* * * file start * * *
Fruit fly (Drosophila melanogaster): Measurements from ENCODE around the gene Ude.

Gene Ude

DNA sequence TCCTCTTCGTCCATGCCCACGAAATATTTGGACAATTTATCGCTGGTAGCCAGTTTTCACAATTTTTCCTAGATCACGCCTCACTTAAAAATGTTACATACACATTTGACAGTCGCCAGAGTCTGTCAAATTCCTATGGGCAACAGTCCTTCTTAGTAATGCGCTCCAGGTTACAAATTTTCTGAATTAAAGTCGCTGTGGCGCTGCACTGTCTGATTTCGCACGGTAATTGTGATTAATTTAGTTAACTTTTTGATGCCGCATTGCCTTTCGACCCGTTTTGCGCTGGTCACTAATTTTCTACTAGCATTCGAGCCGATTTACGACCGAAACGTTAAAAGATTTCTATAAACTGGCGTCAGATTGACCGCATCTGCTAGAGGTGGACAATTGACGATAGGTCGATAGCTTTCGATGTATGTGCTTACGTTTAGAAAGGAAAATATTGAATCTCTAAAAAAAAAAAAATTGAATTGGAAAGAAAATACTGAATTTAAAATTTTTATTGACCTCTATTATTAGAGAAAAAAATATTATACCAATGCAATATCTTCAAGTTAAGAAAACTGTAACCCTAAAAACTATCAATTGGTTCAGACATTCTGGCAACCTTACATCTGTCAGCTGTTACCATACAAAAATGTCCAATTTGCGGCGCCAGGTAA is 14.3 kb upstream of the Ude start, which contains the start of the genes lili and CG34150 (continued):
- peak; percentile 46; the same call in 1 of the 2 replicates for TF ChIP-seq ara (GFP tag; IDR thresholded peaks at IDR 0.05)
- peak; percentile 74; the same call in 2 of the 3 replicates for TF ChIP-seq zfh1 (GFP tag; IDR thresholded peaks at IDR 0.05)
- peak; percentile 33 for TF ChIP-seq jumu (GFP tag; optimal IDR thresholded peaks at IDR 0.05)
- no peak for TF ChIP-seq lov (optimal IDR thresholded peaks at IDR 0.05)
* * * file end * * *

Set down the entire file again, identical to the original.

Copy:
Fruit fly (Drosophila melanogaster): Measurements from ENCODE around the gene Ude.

Gene Ude

DNA sequence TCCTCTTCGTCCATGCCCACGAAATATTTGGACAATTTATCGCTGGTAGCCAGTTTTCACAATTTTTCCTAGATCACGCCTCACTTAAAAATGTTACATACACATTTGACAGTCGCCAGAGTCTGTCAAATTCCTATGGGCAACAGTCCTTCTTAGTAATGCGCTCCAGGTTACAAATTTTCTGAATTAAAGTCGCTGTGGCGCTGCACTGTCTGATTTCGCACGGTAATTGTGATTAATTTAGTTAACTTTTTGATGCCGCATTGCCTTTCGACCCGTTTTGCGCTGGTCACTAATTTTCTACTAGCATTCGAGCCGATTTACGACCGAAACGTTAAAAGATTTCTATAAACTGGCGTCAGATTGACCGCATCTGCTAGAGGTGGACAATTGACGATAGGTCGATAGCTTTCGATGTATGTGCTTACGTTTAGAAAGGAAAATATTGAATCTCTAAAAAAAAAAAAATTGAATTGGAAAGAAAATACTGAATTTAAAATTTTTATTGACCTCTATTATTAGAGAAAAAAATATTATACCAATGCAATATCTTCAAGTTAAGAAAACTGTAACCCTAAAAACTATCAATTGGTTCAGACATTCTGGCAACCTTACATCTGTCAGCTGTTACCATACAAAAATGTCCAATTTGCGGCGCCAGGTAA is 14.3 kb upstream of the Ude start, which contains the start of the genes lili and CG34150 (continued):
- peak; percentile 46; the same call in 1 of the 2 replicates for TF ChIP-seq ara (GFP tag; IDR thresholded peaks at IDR 0.05)
- peak; percentile 74; the same call in 2 of the 3 replicates for TF ChIP-seq zfh1 (GFP tag; IDR thresholded peaks at IDR 0.05)
- peak; percentile 33 for TF ChIP-seq jumu (GFP tag; optimal IDR thresholded peaks at IDR 0.05)
- no peak for TF ChIP-seq lov (optimal IDR thresholded peaks at IDR 0.05)